Extreme caution is appropriate when investing in an industry that is characterized by high exit barriers and high fixed costs, even if the industry has strong entry barriers. In such industries, there is always a competitor, typically the most inefficient one, who is willing to cut prices to grow market share. Typically, in such businesses, even the most efficient producer suffers as the cash cost of production of the marginal unit will be less than the total cost of production of the cost leader.
Interaction of entry and exit barriers
Figure 1 shows the interaction of entry and exit barriers. Within this framework, there are four market structures:
- Free flowers – Low entry barriers with low exit barriers: Existence of low entry barriers along with low exit barriers give rise to perfectly competitive markets. This is because any demand-supply imbalance is quickly resolved by entry or exit of market supply.
- Junkyards – Low entry barriers with high exit barriers: Such market structures give rise to nightmarish experiences to entrepreneurs. Demand-supply mismatch conditions where demand exceeds supply are promptly resolved by increased supply as new supply enters attracted by excess returns. However, once supply exceeds demand — which is how most demand excesses are resolved — industry’s returns on capital drops below cost of capital. This happens due to the existence of high exit barriers as existing players drop prices to acquire higher market share.
- Mirage – High entry barriers with high exit barriers: Such market structures give rise to cyclical markets. Depending on the number of competitors that the industry can support, returns on capital over time can range from miserable to reasonably good. Cyclicality of profitability for businesses in such industries is mostly driven by the existence of exit barriers. Any demand-supply mismatch where supply exceeds demand is resolved by price cuts as existing competitors compete to acquire market share.
- Natural moats – High entry barriers with low exit barriers: Such markets give rise to natural moats. High entry barriers help keep competition away, allowing existing competitors to earn superiors returns. Further, low exit barriers allow excess supply to be weaned out such that any supply excesses are quickly resolved in favor of lower supply, reinstating industry’s profitability.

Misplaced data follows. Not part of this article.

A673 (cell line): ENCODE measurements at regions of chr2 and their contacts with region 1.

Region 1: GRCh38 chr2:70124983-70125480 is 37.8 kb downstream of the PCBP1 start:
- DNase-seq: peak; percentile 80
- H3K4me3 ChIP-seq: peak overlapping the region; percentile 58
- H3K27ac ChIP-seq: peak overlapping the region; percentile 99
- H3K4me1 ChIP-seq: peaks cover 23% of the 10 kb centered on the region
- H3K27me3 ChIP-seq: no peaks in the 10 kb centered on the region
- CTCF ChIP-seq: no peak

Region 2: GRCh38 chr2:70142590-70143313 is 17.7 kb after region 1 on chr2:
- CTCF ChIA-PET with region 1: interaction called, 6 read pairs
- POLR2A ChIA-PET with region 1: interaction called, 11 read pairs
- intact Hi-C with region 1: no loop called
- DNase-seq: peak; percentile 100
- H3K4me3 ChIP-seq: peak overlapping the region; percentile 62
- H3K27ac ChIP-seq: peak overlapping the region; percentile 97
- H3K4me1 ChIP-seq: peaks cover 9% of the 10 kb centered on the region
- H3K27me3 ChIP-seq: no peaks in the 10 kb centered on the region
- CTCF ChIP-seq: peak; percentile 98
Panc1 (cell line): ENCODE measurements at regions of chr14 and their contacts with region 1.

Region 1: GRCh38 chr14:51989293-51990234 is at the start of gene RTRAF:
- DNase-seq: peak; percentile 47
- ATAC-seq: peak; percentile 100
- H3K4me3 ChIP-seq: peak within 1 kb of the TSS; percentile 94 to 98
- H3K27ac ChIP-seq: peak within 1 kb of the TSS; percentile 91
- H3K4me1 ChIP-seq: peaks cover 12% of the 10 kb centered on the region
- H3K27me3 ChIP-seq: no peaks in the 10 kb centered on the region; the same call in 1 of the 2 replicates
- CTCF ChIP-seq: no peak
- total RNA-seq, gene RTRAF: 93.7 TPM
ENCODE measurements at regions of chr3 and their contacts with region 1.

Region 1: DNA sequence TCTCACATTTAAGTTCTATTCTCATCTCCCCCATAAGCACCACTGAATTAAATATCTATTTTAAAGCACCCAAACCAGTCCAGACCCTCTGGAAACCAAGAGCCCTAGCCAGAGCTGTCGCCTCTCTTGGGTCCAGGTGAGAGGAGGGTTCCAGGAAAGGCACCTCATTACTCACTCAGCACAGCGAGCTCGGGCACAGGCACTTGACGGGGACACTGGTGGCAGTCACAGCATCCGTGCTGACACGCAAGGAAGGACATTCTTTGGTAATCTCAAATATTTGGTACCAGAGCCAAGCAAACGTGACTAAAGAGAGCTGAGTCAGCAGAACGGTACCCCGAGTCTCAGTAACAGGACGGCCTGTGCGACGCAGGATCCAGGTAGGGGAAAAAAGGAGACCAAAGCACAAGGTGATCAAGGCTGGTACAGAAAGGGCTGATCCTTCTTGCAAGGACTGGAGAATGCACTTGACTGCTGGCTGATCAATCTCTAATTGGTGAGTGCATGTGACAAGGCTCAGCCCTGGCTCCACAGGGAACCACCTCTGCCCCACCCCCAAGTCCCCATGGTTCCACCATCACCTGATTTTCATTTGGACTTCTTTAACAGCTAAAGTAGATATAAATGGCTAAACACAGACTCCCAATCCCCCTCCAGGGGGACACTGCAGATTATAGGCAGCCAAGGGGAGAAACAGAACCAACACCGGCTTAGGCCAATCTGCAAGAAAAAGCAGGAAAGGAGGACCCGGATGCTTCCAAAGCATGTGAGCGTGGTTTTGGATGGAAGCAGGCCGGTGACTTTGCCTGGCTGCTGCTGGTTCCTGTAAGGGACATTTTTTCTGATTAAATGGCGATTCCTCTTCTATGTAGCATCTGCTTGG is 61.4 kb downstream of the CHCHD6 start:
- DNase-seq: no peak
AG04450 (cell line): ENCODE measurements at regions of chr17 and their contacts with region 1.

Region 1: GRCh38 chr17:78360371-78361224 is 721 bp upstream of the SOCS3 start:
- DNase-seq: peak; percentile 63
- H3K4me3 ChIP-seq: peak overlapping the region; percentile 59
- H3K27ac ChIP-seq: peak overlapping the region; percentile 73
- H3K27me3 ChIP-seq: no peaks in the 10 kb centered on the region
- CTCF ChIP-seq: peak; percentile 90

Figure 1: Interaction of Entry and Exit Barriers
Just as Buffett talks of multiple components when discussing the desirable attributes of a good business, there are multiple components that determine the strength and sustainability of the competitive advantage of a business. However, barriers to entry and barriers to exit serve as the basic building blocks of that process. An investor who is able to appropriately judge the existence and strength of these two barriers is on his way to investment genius.
 30% times 4 means supply now exceeds demand by 20%.
 It is important to note that exit barriers do not refer to the ability of an incumbent to exit the business by selling out to another incumbent or a new entrant. The important consideration is whether or not the assets of the industry can be employed for an alternative use. If not, entry barriers will assert themselves whenever the industry suffers from overcapacity.
 Such industries run into significant problems if a determined new entrant is willing to throw in enough capital and resources to overcome the entry barriers. If such a competitor is able to overcome the entry barriers and enter the business, the existence of exit barriers result in sub-par profitability for all players until such time that demand grows to match supply.
 “…. it’s a simple business. It’s not an easy business. I don’t want a business that’s easy for competitors. I want a business with a moat around it. I want a very valuable castle in the middle. And then I want…the Duke who’s in charge of that castle to be honest and hardworking and able. And then I want a big moat around the castle, and that moat can be various things.” – Warren Buffett